Value-based Architectural Decisions in Agile Development
Jeromy Carriere, chief architect at eBay, received the Architecture in Practice award at the SATURN 2011 conference for his experience report on introducing sustainable architecture practices at Vistaprint, a fast-moving agile company. Jeromy described how economical accountability and ownership for architectural transformations set the ground for autonomous yet consistent design decision-making by the agile teams.
Jeromy also referred to the challenges of overcoming the mental barrier of developers equating architecture to big upfront design activities and the architect’s role to a standards enforcement officer. He engaged in frequent conversations with teams to understand project issues and provided assistance whenever asked in order to gain credibility in the organization. Eventually the view of architecture being a tool for quantifiable decision making and architect being a shared role among all engineers got across.
By assigning an economical value (in terms of project impact) to architectural transformations a rational and transparent decision making process could be followed by the project teams to decide whether to go ahead with the transformations. In order to factor in the transformational needs of the organization together with the project needs, a minimal set of guiding principles was followed in the decision making process, including for instance:
- Articulate distinct choices and selecting the one that maximizes full economic value
- Choose designs that will result in the smallest, least coupled software
- Utilize standardization to increase predictability and scalability
LAAAM (Lightweight Architecture Alternative Assessment Method), a decision making process inspired on the Software Engineering Institute’s rigorous ATAM (Architecture Tradeoff Analysis Method), played a critical role in structuring and weighting relevant qualities at different levels, as he explains:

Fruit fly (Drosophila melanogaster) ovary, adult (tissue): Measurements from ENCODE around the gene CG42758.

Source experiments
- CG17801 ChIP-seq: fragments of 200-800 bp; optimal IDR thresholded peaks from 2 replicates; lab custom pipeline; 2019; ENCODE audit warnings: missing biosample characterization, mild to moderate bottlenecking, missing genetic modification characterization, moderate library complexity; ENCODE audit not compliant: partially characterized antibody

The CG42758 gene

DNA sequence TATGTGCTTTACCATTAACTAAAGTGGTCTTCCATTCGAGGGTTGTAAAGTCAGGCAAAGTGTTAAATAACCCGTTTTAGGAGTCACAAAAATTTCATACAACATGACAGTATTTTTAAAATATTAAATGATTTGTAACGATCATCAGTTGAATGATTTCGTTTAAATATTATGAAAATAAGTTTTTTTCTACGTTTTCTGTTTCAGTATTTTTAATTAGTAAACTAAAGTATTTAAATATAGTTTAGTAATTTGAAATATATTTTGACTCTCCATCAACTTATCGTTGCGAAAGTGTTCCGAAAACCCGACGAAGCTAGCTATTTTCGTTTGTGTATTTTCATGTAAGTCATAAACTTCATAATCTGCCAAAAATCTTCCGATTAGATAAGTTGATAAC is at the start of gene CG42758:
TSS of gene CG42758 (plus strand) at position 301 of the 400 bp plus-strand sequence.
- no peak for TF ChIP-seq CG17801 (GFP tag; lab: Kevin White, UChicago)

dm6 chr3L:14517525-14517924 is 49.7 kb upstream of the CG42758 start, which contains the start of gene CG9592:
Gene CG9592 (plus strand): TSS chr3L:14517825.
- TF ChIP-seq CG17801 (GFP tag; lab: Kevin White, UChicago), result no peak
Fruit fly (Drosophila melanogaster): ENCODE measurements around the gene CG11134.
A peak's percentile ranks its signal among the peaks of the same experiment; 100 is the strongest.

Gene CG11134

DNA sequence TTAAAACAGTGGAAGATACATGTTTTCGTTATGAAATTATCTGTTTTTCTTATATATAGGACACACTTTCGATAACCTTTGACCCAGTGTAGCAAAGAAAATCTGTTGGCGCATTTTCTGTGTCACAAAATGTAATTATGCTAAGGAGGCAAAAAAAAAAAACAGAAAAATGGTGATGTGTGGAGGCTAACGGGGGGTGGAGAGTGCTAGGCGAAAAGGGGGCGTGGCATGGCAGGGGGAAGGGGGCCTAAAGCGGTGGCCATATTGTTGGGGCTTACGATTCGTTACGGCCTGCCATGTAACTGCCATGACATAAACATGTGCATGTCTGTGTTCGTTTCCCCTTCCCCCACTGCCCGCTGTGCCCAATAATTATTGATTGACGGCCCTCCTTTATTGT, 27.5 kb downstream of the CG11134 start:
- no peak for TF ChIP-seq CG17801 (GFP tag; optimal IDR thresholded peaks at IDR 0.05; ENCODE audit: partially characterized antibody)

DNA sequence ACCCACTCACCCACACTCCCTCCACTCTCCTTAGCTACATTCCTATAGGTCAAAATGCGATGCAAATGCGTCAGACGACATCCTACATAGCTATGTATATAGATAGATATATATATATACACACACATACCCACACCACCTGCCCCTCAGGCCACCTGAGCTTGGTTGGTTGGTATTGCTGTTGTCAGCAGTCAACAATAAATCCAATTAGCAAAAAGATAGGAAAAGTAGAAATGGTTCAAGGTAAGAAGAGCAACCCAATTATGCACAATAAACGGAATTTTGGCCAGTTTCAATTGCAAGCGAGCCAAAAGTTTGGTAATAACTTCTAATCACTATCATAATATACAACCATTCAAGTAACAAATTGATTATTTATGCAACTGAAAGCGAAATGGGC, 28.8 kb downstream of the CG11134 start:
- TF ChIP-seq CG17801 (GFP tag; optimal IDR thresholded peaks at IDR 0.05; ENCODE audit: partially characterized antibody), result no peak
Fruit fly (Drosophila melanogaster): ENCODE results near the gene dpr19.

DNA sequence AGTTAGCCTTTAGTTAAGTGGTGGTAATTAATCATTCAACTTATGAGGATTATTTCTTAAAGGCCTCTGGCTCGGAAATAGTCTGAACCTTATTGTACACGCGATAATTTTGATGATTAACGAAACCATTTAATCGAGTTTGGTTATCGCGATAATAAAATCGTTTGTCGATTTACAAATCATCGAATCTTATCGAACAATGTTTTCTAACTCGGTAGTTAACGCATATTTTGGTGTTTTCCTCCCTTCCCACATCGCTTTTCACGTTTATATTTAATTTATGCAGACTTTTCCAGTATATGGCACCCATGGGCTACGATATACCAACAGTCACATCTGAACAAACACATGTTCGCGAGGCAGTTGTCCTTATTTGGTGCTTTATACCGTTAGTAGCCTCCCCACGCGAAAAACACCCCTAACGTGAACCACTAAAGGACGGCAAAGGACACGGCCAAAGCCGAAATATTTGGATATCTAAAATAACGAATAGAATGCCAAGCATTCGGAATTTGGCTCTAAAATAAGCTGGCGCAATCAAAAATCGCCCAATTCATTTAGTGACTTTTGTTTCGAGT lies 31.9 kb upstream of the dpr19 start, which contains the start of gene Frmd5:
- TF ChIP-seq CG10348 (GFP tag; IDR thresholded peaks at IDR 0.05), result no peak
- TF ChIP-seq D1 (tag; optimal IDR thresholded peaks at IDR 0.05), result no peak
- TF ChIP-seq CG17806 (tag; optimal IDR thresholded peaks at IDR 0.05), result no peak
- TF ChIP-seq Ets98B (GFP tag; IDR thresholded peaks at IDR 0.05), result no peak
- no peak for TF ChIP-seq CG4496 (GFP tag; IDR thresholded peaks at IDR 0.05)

In the context of making decisions that need to consider both local (e.g. project) and global (e.g. enterprise) concerns, I typically try to build a composite quality tree – one in which, perhaps, the qualities and subqualities are specified at the enterprise level, with a partial ordering of rankings (e.g. performance is more important than security and reliability is more important than security; the relative importance of performance and reliability aren't specified), and projects specify a total order of the quality attributes compatible with the partial order. Projects then also specify the scenarios that are relevant in their particular contexts.
LAAAM provides a straightforward calculation of the value of each architectural alternative based on their fitness (poor, fair, adequate or excellent) to address the relevant scenarios (weighted according to their ranking in the quality tree) for the project and the enterprise. The goal is not to blindly pick the “winner” alternative but instead validate that sensitive scenarios are effectively addressed. In some situations when the ranking difference between alternative decisions is too narrow a good strategy is to refine the scenarios into sub-scenarios and re-apply the method.
Jeromy told InfoQ his priorities for the evolution of LAAAM: integrating a cost model (opportunity cost due to late feature delivery and cost of technical debt in terms of productivity loss and operational cost) as well as providing tooling support.
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